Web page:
Fertilizer smugglers may be jobless after Centre reforms subsidy
A pilot program by the Narendra Modi government to identify final buyers of fertilizers, aims to prevent heavily subsidized farm nutrients getting smuggled into neighbouring countries
New Delhi: For the first time, farmer Kapil Kumar was required to have his fingers scanned to buy fertilizers from a grain market in the north Indian state of Haryana.
Biometric scans of farmers like 27-year-old Kumar are a key part of a pilot program by Prime Minister Narendra Modi’s government to identify final buyers of fertilizers that are important to boost agricultural output and provide food security.
The plan aims to generate long-term savings by preventing the heavily subsidized farm nutrients getting smuggled into neighbouring countries like Nepal and Bangladesh and stopping their diversion for industrial purposes. It follows a program to directly provide subsidy to millions of consumers of cooking gas, dismantling a previous practice of paying suppliers to keep retail prices low.
The fertilizer subsidy bill for 2017 so far, one of the most politically-sensitive issues in India, is estimated at around Rs70,000 crore ($11 billion), more than double the fuel subsidy and the biggest after food. When it comes to subsidies, the government moves cautiously to avoid irking voters in the agriculture sector that employs about half of the country’s total workforce, according to the World Bank.
For now, the government plans to continue transferring fertilizer subsidies directly to producers. However, it wants to keep an eye on the end users by linking purchases to buyers’ national identity cards. After successfully completing the pilot project, it aims to expand it to the entire country by the end of March 2018.
“It’s more than data capturing—it’s like the government sitting with the farmer and paying the subsidy,” Dharam Pal, joint secretary at the fertilizer ministry, said in an interview in New Delhi. “The subsidy will be paid on actual sales. It will totally stop leakages and lead to the balanced use of fertilizers.”
Fertilizer sales in two districts of the southern state of Andhra Pradesh dropped by 15% to 20% in the year through March 2017 after pilot trials, from a year earlier, Pal said.
Under the proposed program, farmers may need to produce their identity proofs to buy fertilizers. The system could help in stopping smuggling by alerting the authorities about abnormal purchases by individuals, prompting investigations.
“The pilot trials show shortages have come down, overcharging by retailers has been reduced, diversion is down and farmers are scared to buy large quantities,” Pal said.
The government also aims to cut the subsidy bill by promoting balanced use of soil nutrients. It plans to expand an existing program of testing farmers’ fields and issuing soil health cards, which recommend an ideal composition of fertilizers for a particular piece of agricultural land.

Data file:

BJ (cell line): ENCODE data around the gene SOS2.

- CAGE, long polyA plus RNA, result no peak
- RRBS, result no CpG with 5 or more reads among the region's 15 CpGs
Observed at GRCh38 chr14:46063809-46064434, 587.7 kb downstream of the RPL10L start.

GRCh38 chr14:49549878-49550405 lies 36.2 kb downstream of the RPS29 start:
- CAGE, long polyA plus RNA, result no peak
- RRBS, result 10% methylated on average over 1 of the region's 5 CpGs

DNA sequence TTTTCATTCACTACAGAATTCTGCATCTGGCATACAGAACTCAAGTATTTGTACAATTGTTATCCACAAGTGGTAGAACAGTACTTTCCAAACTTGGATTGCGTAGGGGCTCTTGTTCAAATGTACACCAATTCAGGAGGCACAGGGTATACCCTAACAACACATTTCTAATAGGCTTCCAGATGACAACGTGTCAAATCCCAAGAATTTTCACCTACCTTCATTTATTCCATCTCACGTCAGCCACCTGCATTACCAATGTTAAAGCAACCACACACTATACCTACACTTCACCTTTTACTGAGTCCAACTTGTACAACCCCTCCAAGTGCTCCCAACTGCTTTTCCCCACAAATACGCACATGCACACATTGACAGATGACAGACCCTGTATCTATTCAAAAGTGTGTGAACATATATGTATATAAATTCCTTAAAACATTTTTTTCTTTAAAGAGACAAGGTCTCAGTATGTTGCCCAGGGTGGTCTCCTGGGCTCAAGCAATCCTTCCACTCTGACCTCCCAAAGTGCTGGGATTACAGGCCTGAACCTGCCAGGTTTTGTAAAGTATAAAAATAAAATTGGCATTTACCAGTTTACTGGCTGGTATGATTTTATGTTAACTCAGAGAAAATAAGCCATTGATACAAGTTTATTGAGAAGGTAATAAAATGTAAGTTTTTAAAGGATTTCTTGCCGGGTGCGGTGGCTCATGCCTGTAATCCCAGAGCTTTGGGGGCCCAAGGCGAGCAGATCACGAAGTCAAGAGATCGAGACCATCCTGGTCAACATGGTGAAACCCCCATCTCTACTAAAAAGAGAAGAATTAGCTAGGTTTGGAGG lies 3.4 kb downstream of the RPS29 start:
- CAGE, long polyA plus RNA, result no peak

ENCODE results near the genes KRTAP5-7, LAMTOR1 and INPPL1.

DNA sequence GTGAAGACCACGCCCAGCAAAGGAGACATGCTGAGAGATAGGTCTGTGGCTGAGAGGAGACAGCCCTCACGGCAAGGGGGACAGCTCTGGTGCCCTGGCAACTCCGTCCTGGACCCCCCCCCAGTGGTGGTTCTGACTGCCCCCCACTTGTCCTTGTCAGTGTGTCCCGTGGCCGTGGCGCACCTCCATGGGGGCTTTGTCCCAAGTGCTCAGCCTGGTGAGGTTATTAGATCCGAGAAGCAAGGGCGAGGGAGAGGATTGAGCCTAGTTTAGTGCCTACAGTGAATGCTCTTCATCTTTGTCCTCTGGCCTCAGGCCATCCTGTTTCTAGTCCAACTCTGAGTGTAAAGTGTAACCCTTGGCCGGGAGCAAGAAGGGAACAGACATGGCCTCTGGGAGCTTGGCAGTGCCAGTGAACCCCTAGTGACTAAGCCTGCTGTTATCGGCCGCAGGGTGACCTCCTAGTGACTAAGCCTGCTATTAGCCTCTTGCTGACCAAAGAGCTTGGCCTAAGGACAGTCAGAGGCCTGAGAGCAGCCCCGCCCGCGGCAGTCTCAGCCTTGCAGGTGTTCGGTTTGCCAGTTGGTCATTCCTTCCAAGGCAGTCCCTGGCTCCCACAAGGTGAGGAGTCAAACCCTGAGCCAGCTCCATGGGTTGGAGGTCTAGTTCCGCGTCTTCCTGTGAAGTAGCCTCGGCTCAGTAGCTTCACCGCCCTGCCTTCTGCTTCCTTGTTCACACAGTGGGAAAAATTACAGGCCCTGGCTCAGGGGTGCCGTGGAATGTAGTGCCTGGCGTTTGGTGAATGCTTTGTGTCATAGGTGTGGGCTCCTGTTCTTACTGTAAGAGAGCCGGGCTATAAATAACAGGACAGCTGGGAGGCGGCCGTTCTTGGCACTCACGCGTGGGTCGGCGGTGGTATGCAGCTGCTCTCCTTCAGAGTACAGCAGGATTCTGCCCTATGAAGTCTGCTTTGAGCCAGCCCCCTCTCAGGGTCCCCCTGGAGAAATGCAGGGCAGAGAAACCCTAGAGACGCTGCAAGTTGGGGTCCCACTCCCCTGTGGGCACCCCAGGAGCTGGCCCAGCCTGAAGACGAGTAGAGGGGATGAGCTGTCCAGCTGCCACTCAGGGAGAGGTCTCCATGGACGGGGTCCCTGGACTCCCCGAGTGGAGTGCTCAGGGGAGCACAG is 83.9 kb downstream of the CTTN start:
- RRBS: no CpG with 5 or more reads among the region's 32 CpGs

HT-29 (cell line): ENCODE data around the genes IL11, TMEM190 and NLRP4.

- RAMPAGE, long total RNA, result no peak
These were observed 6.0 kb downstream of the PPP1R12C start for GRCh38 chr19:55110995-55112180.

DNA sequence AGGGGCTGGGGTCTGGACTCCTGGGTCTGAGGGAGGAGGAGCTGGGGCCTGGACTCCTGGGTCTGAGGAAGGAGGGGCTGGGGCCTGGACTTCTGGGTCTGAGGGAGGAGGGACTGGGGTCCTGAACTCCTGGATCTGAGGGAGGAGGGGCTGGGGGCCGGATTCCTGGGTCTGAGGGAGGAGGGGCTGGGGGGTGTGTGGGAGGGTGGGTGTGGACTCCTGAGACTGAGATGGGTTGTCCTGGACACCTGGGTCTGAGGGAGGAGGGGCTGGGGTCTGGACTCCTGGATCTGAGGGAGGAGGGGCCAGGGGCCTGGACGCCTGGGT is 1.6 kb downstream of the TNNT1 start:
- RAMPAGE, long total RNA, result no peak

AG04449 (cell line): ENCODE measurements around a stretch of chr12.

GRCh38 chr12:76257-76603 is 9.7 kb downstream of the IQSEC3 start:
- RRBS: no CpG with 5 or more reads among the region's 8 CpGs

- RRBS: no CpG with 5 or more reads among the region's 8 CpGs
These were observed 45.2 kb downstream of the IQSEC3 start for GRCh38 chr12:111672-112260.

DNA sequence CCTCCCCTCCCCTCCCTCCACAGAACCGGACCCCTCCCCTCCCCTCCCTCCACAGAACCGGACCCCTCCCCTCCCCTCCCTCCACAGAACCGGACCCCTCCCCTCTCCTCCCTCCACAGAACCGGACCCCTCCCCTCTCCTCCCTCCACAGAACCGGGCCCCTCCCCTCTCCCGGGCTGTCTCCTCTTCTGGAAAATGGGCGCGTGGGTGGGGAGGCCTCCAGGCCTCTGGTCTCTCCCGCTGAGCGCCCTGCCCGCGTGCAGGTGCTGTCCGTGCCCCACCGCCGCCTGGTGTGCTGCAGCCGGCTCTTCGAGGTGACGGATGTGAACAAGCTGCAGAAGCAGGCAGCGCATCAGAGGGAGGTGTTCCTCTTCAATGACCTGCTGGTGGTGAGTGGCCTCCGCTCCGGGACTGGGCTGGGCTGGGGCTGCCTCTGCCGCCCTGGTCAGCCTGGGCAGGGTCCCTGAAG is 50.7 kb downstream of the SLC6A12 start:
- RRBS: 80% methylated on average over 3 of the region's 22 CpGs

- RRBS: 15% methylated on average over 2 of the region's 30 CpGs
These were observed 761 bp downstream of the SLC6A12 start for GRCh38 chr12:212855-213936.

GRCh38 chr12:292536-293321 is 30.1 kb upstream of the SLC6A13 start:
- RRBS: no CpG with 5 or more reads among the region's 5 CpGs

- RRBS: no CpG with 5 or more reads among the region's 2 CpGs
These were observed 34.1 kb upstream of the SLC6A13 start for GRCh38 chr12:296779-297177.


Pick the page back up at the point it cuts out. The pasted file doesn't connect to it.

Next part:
Excessive use of urea, which accounts for more than 50% of the country’s total fertilizer consumption, has deteriorated the health of farmlands in many parts of the country. The nitrogen-based nutrient is the cheapest at the retail level due to the government’s subsidy of about 67% of the cost of production and profit charged by companies, against around 29% for di-ammonium phosphate and about 46% for potash.
Indian fertilizer makers are installing about 200,000 point of sale machines at retail outlets, according to Satish Chander, director general of the Fertiliser Association of India.
Indian Farmers Fertiliser Cooperative Ltd, one of the biggest producers in the country, has installed about 50,000 special fertilizer sale machines across the country and is planning to add about 8,000 more to make up for any technical failures, according to its managing director US Awasthi.
“With this system, the government can target subsidy better,” Awasthi said in an interview. “The farmers will get the product at subsidized price. When we ran the pilot, we found farmers were happy about it. I didn’t find resistance.”
India is not alone in subsidizing farm-related activities.
In China, farmers get assistance from the government to buy fertilizers, with subsidies directly reaching farmers’ bank accounts, said Ma Wenfeng, an analyst with Beijing Orient Agribusiness Consultants Ltd. The US doesn’t provide any fertilizer subsidy, although crop insurance is subsidized and the government has a counter-cyclical program that pays farmers when prices are low.
Farmers in Indonesia buy fertilizers at subsidized prices from designated outlets, with the government compensating the companies, according to the country’s agriculture ministry. The government is trying a new system with several farmers’ groups on Java island to directly provide subsidy to farmers using a payment card. Bloomberg
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